During a foundation degree session this week I utilised the records relating to George Edward Donohoe in order to piece together the story of his life. I simply plunk the sources – military records and census returns – on a table and allow them to construct the narrative. I’ve done this activity a couple of times over the past two years and have always been impressed by the different findings and interpretations that the students develop.

This week I asked the class three additional questions:

  1. What additional questions can we ask about George Donohoe and his life and times?
  2. What type of debate could be constructed in terms of a longer study on George’s life?
  3. Is there opportunity to utilise an historiographical approach?

The responses were interesting; interesting enough to whet my whistle to consider actually doing a much larger study on George Donohoe. For example, the ideas included:

  • How representative was George Donohoe’s experience?
  • Could he be compared to other soldiers of the period (and possibly region of the south-west of England)?
  • What does his health (weak and malnourished) say about the state of English soldiers and Englishmen at this time?
  • Does George Donohoe’s experience contrast with those from the middle classes and upper classes? A rich man v poor man debate.
  • Could a Marxist approach be taken in terms of the workers that were drafted in and sent to fight the war?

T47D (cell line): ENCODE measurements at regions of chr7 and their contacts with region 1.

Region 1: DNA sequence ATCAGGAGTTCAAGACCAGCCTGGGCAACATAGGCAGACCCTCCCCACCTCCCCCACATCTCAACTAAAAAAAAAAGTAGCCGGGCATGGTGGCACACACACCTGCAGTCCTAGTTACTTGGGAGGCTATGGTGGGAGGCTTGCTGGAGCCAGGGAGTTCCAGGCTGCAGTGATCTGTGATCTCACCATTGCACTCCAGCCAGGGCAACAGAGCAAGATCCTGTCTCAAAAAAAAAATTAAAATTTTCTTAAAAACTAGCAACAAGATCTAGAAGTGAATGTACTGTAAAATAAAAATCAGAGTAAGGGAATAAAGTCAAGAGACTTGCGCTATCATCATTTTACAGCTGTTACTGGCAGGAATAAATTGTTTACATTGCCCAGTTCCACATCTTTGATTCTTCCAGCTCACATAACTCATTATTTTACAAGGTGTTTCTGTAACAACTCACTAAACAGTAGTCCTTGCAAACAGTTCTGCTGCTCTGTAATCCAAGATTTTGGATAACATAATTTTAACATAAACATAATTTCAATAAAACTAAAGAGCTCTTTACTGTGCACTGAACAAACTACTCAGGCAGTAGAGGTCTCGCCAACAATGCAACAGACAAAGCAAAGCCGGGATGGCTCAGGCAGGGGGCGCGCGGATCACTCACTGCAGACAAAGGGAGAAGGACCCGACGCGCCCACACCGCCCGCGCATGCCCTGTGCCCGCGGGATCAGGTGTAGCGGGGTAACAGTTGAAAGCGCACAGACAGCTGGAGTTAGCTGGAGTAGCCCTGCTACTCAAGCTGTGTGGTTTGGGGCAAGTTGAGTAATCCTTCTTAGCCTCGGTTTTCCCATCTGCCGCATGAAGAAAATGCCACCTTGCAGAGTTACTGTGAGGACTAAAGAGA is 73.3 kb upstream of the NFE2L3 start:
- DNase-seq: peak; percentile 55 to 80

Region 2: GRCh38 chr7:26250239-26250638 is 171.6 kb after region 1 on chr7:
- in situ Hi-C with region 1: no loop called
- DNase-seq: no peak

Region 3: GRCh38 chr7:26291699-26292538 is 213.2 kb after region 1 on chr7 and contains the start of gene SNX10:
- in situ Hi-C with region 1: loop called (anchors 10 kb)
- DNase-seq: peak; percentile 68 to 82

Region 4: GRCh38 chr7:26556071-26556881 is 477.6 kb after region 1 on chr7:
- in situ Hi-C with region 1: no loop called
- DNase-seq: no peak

• Does the experience of one soldier say anything more to the wider narratives on the First World War?

I found each of the questions rich and filled with potential and new research opportunities. To such an extent that I will now attempt to write a longer history of George Donohoe by utilising the draft question of:

‘To what extent does the experience of one man further our understanding of the First World War?’

This draft title hopes to outline more of George’s life and utilise it as a microhistory of sorts within the much wider context of the First World War. I do believe that it could link into the wider experiences of those who endured the First World War, even despite it coming from one rather unimportant man. But, this angle of non-importance could itself be the key. Robin Page, in his book The Decline of an English Village, wrote:

‘My village is quite unremarkable – that is why it is important – for its fate can be seen in countless other villages up and down the country’ (Page, 2004, iv)

In a similar vein the same could be said for George Donohoe. Yes, in many ways he is unremarkable. But so were millions of others. Therefore, George’s fate is connected to the fates of these countless others.